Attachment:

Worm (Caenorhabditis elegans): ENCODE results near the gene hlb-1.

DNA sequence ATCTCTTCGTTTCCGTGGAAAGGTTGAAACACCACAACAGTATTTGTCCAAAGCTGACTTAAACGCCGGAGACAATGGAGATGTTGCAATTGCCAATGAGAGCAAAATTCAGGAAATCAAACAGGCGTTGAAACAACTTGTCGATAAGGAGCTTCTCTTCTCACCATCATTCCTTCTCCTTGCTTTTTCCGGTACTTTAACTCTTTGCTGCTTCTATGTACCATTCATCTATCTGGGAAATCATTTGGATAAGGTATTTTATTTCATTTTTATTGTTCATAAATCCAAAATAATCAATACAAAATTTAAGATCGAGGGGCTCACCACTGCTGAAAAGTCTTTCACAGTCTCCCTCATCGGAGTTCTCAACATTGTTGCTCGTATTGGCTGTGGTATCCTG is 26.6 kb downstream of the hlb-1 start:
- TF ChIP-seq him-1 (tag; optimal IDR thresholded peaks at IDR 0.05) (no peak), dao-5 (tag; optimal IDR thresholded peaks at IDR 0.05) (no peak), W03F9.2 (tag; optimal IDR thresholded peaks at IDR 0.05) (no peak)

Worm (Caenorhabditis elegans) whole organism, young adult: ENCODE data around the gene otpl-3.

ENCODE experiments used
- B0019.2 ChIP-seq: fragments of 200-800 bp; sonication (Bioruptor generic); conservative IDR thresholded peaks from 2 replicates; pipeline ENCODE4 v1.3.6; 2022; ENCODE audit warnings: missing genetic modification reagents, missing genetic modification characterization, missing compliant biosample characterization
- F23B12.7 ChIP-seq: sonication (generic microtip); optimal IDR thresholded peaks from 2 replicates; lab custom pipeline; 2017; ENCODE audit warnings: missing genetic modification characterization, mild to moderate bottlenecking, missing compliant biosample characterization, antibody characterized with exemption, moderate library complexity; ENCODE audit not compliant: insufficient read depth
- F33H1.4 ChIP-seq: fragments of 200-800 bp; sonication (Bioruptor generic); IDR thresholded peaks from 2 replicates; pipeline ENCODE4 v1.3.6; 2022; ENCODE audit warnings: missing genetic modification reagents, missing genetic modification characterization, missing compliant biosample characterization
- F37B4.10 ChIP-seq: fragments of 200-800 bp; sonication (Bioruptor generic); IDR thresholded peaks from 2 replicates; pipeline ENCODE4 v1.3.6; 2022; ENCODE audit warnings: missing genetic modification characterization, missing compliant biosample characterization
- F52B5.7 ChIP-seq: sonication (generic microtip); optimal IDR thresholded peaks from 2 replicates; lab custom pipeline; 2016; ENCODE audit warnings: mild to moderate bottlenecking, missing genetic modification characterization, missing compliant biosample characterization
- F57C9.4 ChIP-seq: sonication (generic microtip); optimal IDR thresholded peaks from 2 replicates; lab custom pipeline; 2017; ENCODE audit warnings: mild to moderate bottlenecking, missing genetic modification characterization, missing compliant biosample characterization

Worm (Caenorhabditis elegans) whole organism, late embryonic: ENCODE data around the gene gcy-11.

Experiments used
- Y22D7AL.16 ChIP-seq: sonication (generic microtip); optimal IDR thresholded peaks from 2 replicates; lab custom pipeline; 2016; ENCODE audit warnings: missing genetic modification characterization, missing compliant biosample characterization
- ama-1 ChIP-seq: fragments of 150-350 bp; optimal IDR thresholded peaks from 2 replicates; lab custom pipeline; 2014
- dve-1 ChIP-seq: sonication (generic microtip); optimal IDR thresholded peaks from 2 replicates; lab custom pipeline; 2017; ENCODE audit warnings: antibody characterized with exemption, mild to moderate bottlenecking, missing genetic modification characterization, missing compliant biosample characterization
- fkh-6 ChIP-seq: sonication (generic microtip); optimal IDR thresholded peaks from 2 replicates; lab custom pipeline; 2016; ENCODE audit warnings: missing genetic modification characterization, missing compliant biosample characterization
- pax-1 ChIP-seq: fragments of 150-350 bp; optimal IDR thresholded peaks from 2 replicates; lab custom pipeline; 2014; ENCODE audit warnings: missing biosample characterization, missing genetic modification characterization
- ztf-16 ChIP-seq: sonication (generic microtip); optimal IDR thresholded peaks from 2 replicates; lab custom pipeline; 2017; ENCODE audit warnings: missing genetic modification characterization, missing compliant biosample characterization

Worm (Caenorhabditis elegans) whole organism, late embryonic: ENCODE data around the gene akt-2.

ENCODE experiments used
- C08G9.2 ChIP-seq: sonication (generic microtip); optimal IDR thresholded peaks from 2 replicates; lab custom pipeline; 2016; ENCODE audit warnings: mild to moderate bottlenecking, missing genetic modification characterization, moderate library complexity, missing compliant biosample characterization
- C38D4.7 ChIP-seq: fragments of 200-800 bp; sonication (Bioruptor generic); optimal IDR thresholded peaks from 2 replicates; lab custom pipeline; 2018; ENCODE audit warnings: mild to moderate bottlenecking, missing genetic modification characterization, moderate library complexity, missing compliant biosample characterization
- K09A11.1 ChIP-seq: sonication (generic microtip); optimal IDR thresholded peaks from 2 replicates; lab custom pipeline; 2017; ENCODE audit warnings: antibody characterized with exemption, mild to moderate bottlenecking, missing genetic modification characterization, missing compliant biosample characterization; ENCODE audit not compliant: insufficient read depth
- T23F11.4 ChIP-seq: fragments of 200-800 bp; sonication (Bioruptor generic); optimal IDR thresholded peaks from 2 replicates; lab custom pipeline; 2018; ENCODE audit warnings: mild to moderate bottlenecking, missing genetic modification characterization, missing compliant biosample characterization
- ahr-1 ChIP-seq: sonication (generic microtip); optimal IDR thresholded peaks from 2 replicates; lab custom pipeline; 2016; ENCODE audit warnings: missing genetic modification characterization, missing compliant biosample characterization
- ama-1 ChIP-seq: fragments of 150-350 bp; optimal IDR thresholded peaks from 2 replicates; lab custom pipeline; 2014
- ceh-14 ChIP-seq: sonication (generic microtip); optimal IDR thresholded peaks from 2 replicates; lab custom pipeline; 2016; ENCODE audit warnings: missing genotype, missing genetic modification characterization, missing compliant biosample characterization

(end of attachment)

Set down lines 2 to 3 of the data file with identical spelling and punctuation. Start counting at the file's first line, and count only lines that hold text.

DNA sequence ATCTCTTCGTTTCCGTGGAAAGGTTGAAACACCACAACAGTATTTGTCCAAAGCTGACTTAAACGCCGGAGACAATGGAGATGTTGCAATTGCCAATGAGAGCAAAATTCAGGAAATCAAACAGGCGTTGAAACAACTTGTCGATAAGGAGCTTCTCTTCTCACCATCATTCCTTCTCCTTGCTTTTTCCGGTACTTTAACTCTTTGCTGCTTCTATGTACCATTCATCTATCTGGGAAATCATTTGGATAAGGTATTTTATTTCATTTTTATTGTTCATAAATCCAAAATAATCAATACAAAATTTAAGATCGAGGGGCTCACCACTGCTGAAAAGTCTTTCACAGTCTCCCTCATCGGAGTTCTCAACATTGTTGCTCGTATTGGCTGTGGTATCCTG is 26.6 kb downstream of the hlb-1 start:
- TF ChIP-seq him-1 (tag; optimal IDR thresholded peaks at IDR 0.05) (no peak), dao-5 (tag; optimal IDR thresholded peaks at IDR 0.05) (no peak), W03F9.2 (tag; optimal IDR thresholded peaks at IDR 0.05) (no peak)